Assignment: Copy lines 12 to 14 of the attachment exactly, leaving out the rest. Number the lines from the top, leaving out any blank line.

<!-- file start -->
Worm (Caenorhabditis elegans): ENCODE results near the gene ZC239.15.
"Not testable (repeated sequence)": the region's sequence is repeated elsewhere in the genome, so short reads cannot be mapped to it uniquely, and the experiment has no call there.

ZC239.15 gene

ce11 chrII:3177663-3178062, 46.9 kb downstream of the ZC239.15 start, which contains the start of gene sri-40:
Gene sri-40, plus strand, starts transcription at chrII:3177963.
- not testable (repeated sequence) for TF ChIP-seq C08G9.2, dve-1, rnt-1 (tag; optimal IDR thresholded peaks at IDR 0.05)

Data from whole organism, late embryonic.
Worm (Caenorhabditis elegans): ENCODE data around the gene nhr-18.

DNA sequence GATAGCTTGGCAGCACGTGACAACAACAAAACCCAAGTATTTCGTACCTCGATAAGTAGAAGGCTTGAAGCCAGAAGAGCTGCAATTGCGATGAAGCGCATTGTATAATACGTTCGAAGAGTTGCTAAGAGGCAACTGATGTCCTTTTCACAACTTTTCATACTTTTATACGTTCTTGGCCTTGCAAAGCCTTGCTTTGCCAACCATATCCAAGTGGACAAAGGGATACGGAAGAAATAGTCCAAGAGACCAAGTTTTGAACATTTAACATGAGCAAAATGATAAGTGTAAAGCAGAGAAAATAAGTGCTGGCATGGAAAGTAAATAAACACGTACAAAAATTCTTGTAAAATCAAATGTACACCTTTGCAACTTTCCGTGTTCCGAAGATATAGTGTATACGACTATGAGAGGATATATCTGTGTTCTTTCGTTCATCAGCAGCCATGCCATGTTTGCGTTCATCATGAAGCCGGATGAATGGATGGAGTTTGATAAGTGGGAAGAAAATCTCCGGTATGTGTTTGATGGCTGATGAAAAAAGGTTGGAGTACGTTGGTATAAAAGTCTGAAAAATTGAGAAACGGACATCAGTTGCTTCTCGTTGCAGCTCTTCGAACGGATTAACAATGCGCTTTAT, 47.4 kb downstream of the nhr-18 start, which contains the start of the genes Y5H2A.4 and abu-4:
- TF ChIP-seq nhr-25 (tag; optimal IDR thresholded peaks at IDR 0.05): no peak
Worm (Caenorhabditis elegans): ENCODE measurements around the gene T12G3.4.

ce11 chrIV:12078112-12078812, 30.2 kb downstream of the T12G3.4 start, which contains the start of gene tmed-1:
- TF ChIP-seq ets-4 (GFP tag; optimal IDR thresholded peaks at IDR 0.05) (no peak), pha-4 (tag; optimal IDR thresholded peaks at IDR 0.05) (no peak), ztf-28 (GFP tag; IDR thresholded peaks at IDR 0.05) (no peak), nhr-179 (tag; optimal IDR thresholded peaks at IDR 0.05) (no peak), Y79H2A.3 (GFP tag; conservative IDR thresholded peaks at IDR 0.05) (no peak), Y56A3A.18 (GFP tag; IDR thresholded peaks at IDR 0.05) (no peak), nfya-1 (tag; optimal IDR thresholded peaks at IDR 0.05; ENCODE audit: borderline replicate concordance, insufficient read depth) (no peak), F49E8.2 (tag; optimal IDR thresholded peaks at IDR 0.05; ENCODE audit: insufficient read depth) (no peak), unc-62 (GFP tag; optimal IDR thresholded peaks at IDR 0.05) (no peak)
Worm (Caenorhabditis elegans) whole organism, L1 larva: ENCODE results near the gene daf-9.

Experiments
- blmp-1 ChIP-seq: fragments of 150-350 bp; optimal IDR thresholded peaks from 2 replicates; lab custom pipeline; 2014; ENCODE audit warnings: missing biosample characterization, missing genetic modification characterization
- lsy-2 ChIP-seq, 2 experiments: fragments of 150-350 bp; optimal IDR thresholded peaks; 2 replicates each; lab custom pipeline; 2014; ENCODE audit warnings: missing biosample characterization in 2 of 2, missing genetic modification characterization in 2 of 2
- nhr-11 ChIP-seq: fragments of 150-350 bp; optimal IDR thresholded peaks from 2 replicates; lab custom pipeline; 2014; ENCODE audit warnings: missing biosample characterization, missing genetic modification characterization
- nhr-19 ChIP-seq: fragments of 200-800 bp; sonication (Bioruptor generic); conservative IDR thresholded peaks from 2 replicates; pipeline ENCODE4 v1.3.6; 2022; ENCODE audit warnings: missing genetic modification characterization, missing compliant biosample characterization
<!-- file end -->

ce11 chrIV:12078112-12078812, 30.2 kb downstream of the T12G3.4 start, which contains the start of gene tmed-1:
- TF ChIP-seq ets-4 (GFP tag; optimal IDR thresholded peaks at IDR 0.05) (no peak), pha-4 (tag; optimal IDR thresholded peaks at IDR 0.05) (no peak), ztf-28 (GFP tag; IDR thresholded peaks at IDR 0.05) (no peak), nhr-179 (tag; optimal IDR thresholded peaks at IDR 0.05) (no peak), Y79H2A.3 (GFP tag; conservative IDR thresholded peaks at IDR 0.05) (no peak), Y56A3A.18 (GFP tag; IDR thresholded peaks at IDR 0.05) (no peak), nfya-1 (tag; optimal IDR thresholded peaks at IDR 0.05; ENCODE audit: borderline replicate concordance, insufficient read depth) (no peak), F49E8.2 (tag; optimal IDR thresholded peaks at IDR 0.05; ENCODE audit: insufficient read depth) (no peak), unc-62 (GFP tag; optimal IDR thresholded peaks at IDR 0.05) (no peak)
Worm (Caenorhabditis elegans) whole organism, L1 larva: ENCODE results near the gene daf-9.